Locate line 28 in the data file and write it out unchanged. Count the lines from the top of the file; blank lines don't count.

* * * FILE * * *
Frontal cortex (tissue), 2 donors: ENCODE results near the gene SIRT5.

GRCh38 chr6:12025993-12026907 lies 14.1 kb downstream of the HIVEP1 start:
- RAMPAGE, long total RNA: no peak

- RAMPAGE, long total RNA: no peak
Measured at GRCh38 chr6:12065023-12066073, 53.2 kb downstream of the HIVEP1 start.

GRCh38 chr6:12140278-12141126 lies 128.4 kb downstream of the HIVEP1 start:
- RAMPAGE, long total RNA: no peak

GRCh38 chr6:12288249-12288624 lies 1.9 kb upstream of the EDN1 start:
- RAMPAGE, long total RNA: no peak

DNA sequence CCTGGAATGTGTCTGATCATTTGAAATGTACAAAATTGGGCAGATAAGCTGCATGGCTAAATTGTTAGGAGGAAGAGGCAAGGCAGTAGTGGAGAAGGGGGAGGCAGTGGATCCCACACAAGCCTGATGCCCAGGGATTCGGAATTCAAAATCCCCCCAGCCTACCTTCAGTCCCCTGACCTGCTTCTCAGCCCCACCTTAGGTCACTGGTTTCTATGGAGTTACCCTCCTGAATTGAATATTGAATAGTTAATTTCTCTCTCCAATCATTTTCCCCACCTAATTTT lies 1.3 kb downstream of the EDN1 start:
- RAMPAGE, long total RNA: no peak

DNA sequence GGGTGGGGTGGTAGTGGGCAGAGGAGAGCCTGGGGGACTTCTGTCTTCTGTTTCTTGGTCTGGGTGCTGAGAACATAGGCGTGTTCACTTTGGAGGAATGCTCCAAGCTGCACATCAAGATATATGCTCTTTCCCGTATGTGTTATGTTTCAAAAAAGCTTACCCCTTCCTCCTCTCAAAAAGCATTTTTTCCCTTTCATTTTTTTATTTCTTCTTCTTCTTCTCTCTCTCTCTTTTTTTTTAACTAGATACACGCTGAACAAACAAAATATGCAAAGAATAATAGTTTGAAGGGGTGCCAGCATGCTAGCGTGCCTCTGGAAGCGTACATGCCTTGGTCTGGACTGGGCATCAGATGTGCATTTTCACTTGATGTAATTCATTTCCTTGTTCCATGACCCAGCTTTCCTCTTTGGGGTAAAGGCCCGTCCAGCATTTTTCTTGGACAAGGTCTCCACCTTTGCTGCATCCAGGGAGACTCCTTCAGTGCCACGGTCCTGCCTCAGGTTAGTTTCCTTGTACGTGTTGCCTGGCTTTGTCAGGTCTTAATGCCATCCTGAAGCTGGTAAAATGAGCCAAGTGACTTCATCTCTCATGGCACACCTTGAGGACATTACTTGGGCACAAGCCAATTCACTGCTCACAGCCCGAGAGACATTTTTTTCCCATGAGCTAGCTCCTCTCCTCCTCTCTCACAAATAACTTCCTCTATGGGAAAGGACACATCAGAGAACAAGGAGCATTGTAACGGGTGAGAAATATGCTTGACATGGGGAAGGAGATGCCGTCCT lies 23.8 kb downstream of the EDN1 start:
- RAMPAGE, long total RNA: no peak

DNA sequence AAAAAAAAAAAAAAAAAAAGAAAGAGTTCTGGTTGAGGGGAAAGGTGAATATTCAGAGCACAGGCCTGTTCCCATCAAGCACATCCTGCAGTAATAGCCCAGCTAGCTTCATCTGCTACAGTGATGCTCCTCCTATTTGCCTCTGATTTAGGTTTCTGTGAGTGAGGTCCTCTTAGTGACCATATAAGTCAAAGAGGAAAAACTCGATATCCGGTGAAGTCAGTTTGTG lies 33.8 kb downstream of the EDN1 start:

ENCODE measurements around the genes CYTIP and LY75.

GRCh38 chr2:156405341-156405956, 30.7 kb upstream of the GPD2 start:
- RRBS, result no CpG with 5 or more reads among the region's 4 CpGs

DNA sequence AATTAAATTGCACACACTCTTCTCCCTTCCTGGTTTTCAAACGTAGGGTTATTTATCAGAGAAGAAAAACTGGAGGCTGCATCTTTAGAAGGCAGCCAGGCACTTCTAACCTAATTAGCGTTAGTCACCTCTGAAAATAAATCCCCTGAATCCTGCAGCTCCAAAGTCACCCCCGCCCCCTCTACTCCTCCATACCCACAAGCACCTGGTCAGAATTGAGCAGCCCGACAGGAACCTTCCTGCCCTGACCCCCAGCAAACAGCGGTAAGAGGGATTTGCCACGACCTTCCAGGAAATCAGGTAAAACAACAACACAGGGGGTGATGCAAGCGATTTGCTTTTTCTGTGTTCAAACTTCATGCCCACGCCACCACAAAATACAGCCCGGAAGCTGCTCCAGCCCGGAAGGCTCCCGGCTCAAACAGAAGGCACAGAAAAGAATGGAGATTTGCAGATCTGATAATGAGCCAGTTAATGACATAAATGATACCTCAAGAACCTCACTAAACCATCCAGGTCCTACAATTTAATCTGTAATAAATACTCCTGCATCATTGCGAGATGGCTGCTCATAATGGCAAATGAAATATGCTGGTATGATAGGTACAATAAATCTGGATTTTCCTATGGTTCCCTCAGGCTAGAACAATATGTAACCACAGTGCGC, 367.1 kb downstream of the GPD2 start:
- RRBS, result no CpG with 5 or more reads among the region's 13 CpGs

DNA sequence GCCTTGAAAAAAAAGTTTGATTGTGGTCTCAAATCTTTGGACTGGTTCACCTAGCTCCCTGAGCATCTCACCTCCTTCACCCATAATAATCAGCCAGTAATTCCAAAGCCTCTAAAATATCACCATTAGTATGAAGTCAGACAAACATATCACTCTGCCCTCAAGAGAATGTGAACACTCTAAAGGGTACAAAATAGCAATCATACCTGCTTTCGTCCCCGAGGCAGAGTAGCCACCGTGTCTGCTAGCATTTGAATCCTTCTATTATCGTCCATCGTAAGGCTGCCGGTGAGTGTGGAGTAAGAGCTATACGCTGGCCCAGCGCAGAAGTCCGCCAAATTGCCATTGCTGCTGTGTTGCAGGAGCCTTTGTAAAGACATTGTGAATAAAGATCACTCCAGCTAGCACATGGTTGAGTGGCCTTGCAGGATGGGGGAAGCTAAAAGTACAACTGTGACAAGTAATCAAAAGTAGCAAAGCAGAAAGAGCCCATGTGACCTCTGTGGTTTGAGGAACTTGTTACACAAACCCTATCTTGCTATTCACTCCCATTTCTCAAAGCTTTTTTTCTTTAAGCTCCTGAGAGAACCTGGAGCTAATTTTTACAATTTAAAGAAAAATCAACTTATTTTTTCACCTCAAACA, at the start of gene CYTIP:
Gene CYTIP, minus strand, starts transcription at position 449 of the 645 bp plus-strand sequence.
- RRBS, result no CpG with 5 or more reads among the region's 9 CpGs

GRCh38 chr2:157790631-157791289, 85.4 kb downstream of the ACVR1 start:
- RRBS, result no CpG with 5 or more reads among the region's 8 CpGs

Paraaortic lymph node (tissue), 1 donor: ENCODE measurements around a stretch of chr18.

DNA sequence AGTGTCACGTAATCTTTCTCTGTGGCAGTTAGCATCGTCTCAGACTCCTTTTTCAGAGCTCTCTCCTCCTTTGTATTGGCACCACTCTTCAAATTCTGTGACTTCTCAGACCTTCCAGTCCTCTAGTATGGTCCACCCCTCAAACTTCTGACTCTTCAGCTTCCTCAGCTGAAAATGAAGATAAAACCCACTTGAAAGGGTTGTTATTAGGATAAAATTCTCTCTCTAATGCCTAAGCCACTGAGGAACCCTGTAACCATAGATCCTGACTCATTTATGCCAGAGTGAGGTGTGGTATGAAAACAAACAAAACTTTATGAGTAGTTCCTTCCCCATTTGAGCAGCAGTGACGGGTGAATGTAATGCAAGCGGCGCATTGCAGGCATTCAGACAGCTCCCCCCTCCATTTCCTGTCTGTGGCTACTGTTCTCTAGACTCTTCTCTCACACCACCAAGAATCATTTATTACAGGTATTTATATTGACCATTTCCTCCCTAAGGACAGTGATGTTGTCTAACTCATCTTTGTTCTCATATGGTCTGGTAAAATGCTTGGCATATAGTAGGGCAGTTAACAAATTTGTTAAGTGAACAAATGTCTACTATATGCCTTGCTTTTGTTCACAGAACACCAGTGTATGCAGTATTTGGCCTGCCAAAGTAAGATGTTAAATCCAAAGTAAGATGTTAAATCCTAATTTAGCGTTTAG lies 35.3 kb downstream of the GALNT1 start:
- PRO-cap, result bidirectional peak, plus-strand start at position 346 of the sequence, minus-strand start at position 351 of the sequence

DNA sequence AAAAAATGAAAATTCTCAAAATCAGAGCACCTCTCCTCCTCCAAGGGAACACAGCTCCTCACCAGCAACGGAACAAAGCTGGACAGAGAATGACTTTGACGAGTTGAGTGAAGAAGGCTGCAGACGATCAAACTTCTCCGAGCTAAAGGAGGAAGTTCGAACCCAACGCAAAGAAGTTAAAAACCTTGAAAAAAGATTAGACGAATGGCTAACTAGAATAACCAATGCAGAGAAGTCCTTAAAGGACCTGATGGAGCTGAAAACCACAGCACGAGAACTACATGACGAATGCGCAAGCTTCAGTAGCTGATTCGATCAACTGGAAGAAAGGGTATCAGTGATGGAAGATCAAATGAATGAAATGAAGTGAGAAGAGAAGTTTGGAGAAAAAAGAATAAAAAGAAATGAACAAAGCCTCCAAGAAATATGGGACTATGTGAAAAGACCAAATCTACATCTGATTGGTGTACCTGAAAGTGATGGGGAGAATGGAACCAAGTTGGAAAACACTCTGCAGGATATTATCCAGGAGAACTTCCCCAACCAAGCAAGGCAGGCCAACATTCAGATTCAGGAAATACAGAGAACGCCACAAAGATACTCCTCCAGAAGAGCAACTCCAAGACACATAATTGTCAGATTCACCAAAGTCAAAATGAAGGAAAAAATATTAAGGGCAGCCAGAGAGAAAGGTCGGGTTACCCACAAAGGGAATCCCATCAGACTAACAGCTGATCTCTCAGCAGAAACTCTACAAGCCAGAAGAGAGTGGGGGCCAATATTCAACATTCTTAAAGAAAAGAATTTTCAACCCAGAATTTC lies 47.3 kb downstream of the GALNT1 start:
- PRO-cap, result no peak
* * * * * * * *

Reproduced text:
DNA sequence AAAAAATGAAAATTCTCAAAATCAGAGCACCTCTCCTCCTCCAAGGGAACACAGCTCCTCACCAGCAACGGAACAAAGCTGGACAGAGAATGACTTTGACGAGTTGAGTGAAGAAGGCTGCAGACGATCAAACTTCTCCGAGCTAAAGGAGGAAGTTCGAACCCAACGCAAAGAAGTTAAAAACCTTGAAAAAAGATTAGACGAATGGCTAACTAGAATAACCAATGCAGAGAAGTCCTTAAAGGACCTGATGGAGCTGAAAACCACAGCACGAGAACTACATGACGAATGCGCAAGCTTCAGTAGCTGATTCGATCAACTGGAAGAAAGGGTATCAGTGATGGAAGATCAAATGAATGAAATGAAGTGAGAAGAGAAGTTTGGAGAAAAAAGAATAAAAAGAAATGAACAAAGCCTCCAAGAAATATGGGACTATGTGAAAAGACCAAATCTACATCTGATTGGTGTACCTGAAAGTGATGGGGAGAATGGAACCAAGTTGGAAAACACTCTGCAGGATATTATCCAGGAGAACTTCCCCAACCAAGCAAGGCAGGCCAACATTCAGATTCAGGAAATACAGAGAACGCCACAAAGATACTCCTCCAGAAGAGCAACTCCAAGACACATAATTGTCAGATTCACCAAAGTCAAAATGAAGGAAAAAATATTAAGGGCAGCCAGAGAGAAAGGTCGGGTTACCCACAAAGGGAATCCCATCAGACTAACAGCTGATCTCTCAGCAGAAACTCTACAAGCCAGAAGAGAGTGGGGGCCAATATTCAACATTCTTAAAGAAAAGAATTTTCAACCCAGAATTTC lies 47.3 kb downstream of the GALNT1 start: